By Nicki Escudero
By Amy Silverman
By Brian Palmer
By Chris Parker
By Troy Farah
By Lauren Wise
By Lauren Wise
In 1994, New Times instituted "Tapes in the Mail," a regular column inviting local musicians to send in their demos for critical assessment. We were immediately inundated with cassette mailers from every corner of the Valley. This deluge was soon followed by angry letters from people who thought our duties in supporting local music should not include telling readers which bands to avoid at all costs.
Then in 1996, to accommodate the burgeoning digital revolution, we changed the feature to "Desert Discs." And again came criticism from you, cherished readers, whenever we pointed out that some of the music we received hadn't improved -- no matter how many copies were prepressed and shrink-wrapped. Even when we decided to run local CD reviews alongside national acts, still the letters of complaint came.
Now, it's the dawn of a new century, and we've decided to open up the floodgates once again. But be warned: While we hope to turn you on to as many unsung and unsigned heroes as possible, we won't be shy in steering you away from the dreck that inevitably find its way across our desks.
And for readers jonesing for the hazy AZ days of the long-lamented Music Voice-- the rawk/metal magazine run by legendary ediot J.J. Terre -- we have a special treat. As those who followed the poorly copy-edited adventures of the Voice will recall, no one was ever criticized on its pages if he or she bought an ad. While we haven't quite sunk to those depths, we have decided to resurrect the Voice's four criteria for judging local music.
a) We've never heard of this guy/these guys. (Translation: A subtle hint that they haven't bought an ad. Can also be interpreted to mean that the artist uses words too big for us to comprehend.)
b) It sounds like the Gin Blossoms. (Translation: Any music that's not heavy metal.)
c) It doesn't sound like the Gin Blossoms. (Translation: Any music that is heavy metal.)
d) It shows promise.(Translation: We really don't like this but we don't want to say anything bad about them, in case they want to buy an ad.)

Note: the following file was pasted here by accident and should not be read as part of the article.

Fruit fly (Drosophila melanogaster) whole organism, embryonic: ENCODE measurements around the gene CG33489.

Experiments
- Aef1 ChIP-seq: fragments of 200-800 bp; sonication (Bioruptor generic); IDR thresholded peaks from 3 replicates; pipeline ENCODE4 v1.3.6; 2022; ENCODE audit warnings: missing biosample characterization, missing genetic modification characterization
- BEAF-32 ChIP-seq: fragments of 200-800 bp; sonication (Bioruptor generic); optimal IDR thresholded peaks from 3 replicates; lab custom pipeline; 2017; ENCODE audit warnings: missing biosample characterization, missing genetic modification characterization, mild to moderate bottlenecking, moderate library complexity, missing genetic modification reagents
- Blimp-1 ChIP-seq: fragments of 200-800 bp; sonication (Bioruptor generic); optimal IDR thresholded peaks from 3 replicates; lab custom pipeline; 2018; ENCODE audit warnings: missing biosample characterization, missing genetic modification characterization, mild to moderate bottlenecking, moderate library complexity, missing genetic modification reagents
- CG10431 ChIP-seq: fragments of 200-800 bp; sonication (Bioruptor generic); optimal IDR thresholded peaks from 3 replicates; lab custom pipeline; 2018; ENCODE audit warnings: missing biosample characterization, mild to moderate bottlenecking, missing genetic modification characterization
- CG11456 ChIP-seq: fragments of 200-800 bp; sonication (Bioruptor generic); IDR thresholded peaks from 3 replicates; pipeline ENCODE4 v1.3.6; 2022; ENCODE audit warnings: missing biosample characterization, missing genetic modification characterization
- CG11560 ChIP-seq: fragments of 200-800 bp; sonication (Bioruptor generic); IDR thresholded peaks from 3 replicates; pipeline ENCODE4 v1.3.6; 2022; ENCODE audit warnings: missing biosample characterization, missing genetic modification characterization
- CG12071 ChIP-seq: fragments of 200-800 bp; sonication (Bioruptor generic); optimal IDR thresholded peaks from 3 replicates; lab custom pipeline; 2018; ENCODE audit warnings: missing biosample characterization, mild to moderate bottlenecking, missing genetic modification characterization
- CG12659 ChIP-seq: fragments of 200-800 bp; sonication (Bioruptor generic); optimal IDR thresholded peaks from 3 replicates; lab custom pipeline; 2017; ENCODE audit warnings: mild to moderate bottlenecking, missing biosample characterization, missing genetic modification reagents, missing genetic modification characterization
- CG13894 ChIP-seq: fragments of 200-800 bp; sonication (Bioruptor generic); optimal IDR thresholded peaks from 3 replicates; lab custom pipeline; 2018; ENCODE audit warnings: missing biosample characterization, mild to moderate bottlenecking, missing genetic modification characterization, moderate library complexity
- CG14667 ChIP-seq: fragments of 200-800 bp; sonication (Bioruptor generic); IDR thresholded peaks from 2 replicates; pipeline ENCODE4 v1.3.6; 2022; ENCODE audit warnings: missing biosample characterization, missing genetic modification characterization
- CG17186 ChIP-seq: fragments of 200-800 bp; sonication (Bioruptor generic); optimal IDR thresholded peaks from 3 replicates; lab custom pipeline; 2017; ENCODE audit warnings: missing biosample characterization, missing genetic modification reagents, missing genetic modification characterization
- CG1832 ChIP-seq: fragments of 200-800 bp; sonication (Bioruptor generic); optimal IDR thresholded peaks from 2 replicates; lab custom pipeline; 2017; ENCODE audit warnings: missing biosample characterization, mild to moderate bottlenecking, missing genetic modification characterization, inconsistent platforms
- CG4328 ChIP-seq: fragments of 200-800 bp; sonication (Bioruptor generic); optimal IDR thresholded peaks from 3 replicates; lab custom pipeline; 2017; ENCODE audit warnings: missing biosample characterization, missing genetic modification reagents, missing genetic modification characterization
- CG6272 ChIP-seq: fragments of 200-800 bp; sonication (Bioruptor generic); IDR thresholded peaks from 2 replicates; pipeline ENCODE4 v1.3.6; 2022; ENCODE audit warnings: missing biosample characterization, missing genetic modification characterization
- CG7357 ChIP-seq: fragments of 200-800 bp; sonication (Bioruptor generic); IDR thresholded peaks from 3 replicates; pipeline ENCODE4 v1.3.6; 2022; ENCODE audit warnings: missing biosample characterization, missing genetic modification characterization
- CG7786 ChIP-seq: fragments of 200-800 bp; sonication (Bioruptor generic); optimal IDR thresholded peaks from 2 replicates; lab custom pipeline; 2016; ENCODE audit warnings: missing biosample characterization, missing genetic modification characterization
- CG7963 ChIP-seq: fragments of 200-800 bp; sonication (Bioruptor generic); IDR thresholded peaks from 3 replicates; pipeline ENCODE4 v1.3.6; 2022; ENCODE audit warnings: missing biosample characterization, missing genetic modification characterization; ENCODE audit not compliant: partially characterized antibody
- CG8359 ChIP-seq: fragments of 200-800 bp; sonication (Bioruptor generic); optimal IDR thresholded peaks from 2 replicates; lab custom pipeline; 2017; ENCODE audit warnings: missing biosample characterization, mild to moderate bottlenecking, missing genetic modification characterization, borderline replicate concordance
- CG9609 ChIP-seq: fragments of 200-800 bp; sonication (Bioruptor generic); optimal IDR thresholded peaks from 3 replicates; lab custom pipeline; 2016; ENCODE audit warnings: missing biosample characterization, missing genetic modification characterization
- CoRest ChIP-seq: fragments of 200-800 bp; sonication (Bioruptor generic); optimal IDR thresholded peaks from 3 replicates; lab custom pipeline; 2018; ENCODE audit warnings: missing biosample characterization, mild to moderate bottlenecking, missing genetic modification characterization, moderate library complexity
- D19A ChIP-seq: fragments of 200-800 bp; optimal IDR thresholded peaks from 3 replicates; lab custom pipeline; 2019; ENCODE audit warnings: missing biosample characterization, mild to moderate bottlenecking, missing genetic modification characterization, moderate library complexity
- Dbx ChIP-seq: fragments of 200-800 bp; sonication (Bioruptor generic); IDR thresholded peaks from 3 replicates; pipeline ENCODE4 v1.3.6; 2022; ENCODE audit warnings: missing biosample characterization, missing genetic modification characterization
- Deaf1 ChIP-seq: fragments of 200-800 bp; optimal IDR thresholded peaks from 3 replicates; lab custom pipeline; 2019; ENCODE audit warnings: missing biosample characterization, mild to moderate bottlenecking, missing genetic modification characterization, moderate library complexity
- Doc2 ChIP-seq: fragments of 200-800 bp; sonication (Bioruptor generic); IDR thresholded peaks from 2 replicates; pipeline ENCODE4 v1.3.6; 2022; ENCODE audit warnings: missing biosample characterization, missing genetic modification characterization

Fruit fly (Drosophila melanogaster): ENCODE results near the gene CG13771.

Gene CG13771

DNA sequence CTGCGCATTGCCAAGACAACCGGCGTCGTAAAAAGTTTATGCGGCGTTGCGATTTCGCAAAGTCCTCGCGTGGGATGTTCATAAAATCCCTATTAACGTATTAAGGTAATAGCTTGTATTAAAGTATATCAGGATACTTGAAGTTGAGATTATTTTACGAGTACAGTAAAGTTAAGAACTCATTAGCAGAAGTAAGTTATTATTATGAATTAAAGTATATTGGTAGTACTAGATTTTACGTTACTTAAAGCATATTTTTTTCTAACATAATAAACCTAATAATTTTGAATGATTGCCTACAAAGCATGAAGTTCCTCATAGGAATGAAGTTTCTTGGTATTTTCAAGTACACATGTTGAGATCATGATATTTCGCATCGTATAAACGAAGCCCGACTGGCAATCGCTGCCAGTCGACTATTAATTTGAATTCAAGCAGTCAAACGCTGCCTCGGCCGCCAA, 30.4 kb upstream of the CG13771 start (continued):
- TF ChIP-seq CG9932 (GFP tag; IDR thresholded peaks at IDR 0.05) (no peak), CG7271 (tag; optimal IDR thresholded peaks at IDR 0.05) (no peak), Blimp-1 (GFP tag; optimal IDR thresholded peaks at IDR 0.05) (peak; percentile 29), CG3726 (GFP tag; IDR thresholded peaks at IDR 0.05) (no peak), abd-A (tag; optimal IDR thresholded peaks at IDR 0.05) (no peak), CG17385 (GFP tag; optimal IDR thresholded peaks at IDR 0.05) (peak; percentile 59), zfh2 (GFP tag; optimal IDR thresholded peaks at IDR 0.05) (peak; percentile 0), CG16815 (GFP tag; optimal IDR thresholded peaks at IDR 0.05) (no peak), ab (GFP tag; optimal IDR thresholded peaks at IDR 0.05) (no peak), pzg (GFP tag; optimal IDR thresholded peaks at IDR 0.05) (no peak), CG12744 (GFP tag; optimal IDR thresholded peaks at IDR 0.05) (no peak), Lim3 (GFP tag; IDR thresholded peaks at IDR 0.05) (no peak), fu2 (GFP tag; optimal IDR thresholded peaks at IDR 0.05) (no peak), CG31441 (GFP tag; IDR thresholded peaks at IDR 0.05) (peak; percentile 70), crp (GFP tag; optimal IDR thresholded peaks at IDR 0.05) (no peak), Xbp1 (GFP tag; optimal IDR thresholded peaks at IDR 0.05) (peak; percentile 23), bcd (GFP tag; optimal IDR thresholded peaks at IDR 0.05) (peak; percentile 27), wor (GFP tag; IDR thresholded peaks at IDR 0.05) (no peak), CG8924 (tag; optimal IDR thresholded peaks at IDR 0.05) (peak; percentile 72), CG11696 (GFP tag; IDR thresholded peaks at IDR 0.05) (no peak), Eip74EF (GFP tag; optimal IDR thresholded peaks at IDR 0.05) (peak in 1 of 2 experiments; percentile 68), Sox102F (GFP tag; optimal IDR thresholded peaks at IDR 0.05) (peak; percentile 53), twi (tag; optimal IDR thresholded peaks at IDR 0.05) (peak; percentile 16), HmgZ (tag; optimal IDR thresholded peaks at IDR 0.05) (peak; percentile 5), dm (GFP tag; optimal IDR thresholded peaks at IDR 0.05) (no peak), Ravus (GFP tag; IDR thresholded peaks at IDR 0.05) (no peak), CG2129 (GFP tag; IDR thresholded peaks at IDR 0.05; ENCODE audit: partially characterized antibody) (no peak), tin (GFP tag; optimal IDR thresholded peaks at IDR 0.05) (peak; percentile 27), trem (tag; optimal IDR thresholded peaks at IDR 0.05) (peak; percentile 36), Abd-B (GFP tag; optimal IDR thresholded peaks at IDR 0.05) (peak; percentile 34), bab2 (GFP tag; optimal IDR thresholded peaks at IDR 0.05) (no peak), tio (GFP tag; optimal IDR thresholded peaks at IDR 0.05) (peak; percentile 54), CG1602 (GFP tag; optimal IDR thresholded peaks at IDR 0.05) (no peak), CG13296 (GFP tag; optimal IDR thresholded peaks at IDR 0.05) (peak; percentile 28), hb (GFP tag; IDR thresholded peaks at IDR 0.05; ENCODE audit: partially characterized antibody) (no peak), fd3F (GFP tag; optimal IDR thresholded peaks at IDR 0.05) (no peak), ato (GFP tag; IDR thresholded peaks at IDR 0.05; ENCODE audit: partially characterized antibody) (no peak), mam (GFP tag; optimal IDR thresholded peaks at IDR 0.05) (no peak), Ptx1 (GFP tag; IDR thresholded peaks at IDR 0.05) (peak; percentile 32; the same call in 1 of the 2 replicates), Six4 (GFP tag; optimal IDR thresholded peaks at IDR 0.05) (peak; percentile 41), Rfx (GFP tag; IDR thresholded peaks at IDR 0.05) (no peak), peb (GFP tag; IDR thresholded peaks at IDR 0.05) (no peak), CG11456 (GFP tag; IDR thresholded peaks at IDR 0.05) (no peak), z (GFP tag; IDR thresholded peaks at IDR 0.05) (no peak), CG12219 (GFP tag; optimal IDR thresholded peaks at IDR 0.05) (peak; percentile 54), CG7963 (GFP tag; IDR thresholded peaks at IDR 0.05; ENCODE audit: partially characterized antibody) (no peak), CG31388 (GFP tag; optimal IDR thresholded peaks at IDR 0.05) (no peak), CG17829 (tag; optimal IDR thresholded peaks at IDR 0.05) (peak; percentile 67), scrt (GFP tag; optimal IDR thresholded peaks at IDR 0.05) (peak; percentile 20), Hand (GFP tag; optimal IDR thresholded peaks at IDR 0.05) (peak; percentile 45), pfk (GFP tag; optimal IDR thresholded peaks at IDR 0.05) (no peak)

When something comes billed as a "Heavy Alternative Rap Project," you're entitled to your cynicism. Usually that's the description reserved for aging metal bands that sang of castles and dragons at the Mason Jar six years ago, now kicking back with an angry young man rapping about societal ills over hard-core sludge.
Track two, "Product of Society," could serve as that exhibit A, but S.I.O.P. front man Adam's rapid rhymes go by too quickly for you to actually figure out what's making his time bomb tick. You can just make out a bon mot like "My hood has more guns than roses," while the rest of it just shoots by like the fine print in a new-car ad. His overriding hostility is most clearly expressed on "Let It Out," where he promises some poor schlub a thorough ass-kicking, with Adam exercising his option to "make you my B-I-I-I-I-I-I-I-I-I-I-TCCCH!!!"
Rating: c) It doesn't sound like the Gin Blossoms.
Legacy of Hypocrisy
More of an anthology of demos than a genuine album, Secular End's Legacy of Hypocrisyfollows them from a clutch of 1994 Philly hard-core recordings to a set of 1998 sessions at Chandler's Porcupine Studios. The latter tracks are co-produced by Robbie Watson (Cousins of the Wize), who tries to coax a more punk-pop sound out of the group. You could be less forgiving of Dan Artman's sharp singing or the band's by-the-book-punk rigmarole, but the saving grace of this CD is Dan "The Man"'s sense of humor. He concocts what might be the first alien-abduction punk song, "Martians," with its catchy "Don't breed with me" refrain. Elsewhere, on "Distress," he proves he's a fine screamer and gamely whines, "I'd blow my head off if I weren't afraid of guns" on the heartfelt "I Just Wanna Die."
Rating: b) It sounds like the Gin Blossoms.
(Psycho Poet Records)
You may find yourself looking for the exit signs after the first line of this Adam Dorfman disc: "Crimson hairline of a misplaced child in an age of California dreams."
Makes the crimson hairs on your neck stand at right angles, don't it?
The musicianship's solid, there's crystal-clean production and a cameo appearance by Francine Reed, local diva and backup singer for Lyle Lovett, but none of this can make palatable Dorfman's Dan Fogelberg-laries.
He keeps using the word "goddamn" for emphasis, and when he takes on the guise of a female junkie on "Sioux City Warrior," he exceeds the maximum dosage of earnestness: "Opium has set me free to live the life I choose/The TV is gone/Don't care where my next hit is from." Would the hits just keep on coming if the TV had stayed?